The local Pride scene is finally having its moment and it’s about time. Pride has long stood as an accessible, queer-friendly gateway to a celebratory culture that allows the LGBTQ+ community to uplift one another. For many, major cities such as London, Brighton, and Manchester have served as the locations to create culturally rich hubs that spotlight thriving LGBTQ+ art, music and community. While many of us routinely funnel in and out of these urban hotspots during summer, we must not neglect the smaller regional locations that are fighting to be heard amongst the big banner Pride events. As we proudly mark 50 years of Pride in the UK, GAY TIMES speaks to local pride organisations to learn more about how smaller LGBTQ+ outlets are enriching the wider queer scene.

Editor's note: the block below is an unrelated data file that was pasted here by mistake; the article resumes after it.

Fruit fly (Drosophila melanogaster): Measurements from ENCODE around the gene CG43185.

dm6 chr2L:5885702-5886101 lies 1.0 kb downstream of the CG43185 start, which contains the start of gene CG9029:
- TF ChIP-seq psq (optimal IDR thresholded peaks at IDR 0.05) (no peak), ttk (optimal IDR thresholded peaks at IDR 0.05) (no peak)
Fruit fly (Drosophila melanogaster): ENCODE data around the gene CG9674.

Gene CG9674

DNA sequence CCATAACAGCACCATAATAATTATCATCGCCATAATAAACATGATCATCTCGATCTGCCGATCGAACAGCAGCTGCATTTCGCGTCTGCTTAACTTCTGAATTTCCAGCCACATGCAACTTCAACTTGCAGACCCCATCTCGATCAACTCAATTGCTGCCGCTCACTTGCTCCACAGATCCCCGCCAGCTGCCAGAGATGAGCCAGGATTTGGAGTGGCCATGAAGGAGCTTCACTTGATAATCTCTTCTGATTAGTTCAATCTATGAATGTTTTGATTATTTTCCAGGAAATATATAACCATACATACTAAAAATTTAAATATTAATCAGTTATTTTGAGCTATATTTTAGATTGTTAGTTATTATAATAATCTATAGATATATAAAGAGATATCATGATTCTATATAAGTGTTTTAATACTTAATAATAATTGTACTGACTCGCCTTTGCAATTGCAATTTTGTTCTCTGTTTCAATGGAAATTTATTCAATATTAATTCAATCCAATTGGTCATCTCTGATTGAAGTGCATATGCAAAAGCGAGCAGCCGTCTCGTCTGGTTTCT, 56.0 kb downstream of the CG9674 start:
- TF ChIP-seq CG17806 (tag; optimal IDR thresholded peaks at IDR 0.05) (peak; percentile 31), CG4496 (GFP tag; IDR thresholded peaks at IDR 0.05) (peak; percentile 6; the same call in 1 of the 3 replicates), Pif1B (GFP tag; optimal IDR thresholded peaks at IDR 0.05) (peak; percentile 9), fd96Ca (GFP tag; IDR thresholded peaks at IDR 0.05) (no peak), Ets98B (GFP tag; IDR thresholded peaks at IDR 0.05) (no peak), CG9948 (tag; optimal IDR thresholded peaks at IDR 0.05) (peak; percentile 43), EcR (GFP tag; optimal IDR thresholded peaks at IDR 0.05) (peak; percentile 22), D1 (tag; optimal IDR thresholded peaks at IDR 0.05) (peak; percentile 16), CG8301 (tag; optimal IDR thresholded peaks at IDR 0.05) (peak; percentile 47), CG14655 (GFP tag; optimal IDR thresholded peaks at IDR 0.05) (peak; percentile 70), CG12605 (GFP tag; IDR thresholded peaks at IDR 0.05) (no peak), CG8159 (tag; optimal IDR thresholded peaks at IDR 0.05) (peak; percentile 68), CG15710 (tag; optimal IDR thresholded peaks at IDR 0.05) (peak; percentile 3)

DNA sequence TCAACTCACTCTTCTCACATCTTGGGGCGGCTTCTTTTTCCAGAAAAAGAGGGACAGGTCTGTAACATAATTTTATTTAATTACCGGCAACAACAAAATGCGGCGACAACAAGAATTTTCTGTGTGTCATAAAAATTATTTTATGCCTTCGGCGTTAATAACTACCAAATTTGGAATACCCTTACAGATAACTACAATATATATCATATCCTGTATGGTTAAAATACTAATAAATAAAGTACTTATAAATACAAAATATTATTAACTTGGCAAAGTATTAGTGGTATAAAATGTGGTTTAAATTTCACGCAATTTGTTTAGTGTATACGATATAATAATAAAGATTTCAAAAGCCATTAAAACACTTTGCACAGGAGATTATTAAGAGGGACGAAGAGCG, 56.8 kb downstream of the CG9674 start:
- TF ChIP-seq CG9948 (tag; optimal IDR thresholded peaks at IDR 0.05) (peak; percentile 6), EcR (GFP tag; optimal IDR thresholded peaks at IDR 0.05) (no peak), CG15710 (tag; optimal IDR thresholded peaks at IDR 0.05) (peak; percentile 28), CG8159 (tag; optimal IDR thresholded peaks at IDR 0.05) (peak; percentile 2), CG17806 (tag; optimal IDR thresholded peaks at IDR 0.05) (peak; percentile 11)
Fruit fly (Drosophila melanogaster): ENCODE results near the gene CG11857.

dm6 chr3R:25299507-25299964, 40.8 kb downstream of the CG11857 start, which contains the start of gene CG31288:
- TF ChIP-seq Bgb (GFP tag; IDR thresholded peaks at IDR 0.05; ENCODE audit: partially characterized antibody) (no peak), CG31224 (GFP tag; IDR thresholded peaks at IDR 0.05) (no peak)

From Shetland’s first-ever Pride event to Taunton kicking off its historic inaugural Pride parade, smaller destination Pride events are finally getting their time to shine. From impassioned rallies to organised marches, local Pride events are sharing the LGBTQ+ spirit across the UK. Unlike the big ticket Pride events, smaller organisations have to dig deep to find funding, volunteers and support to get started. At Folkestone Pride, event organisers are doing much more than launching an annual parade. Together, the organisation is working to educate and nurture the LGBTQ+ community. “Pride events are much more than a one-day of the year parade. Pride committees working within smaller towns and communities are often committed to being a resourceful safe space, as well as hosting ongoing monthly events,” Folkestone representative Hunter tells GAY TIMES. For smaller LGBTQ+ organisations, Pride doesn’t boil down to a one-day spectacle, but a continued effort to provide safe and educational spaces for the community. “Smaller town Pride organising allows LGBTQIA+ people to find visible queer presence that they might not otherwise have been aware of. They also serve a purpose in continuing to break down misconceptions, and to empower people with knowledge so that our communities can continue to grow upwards together.”